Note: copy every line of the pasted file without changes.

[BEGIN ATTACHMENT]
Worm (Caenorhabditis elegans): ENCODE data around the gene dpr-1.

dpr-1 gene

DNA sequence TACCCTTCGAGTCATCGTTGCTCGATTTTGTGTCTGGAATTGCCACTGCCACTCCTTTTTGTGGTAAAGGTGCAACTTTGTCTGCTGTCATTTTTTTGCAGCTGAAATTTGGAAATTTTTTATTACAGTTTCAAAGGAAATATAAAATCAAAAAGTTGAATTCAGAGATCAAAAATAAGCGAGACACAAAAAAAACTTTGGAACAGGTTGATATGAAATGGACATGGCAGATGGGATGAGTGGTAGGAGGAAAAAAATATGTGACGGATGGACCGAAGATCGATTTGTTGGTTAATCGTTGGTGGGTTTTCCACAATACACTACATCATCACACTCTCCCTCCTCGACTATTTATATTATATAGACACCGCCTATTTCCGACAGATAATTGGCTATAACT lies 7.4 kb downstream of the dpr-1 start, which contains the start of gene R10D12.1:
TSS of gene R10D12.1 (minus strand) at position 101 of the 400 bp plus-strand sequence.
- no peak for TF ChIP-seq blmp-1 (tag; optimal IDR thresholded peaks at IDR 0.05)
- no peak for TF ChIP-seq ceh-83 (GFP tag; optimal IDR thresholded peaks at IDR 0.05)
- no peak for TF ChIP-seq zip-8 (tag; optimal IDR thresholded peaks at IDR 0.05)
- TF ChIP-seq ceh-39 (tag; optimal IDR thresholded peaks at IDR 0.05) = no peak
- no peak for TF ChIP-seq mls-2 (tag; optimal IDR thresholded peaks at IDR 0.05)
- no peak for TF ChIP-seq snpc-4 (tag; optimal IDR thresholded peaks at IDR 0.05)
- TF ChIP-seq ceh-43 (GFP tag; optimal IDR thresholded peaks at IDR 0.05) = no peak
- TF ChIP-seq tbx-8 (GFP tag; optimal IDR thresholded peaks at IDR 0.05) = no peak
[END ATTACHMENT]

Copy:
Worm (Caenorhabditis elegans): ENCODE data around the gene dpr-1.

dpr-1 gene

DNA sequence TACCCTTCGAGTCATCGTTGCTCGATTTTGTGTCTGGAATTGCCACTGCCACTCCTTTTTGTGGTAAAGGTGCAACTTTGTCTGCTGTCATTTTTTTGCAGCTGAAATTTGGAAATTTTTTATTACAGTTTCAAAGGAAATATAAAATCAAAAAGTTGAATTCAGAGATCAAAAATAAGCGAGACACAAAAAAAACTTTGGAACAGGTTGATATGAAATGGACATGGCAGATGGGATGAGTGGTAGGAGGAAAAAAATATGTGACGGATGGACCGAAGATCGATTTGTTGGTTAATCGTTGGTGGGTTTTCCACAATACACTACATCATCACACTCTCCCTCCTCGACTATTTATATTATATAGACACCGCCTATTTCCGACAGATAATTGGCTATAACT lies 7.4 kb downstream of the dpr-1 start, which contains the start of gene R10D12.1:
TSS of gene R10D12.1 (minus strand) at position 101 of the 400 bp plus-strand sequence.
- no peak for TF ChIP-seq blmp-1 (tag; optimal IDR thresholded peaks at IDR 0.05)
- no peak for TF ChIP-seq ceh-83 (GFP tag; optimal IDR thresholded peaks at IDR 0.05)
- no peak for TF ChIP-seq zip-8 (tag; optimal IDR thresholded peaks at IDR 0.05)
- TF ChIP-seq ceh-39 (tag; optimal IDR thresholded peaks at IDR 0.05) = no peak
- no peak for TF ChIP-seq mls-2 (tag; optimal IDR thresholded peaks at IDR 0.05)
- no peak for TF ChIP-seq snpc-4 (tag; optimal IDR thresholded peaks at IDR 0.05)
- TF ChIP-seq ceh-43 (GFP tag; optimal IDR thresholded peaks at IDR 0.05) = no peak
- TF ChIP-seq tbx-8 (GFP tag; optimal IDR thresholded peaks at IDR 0.05) = no peak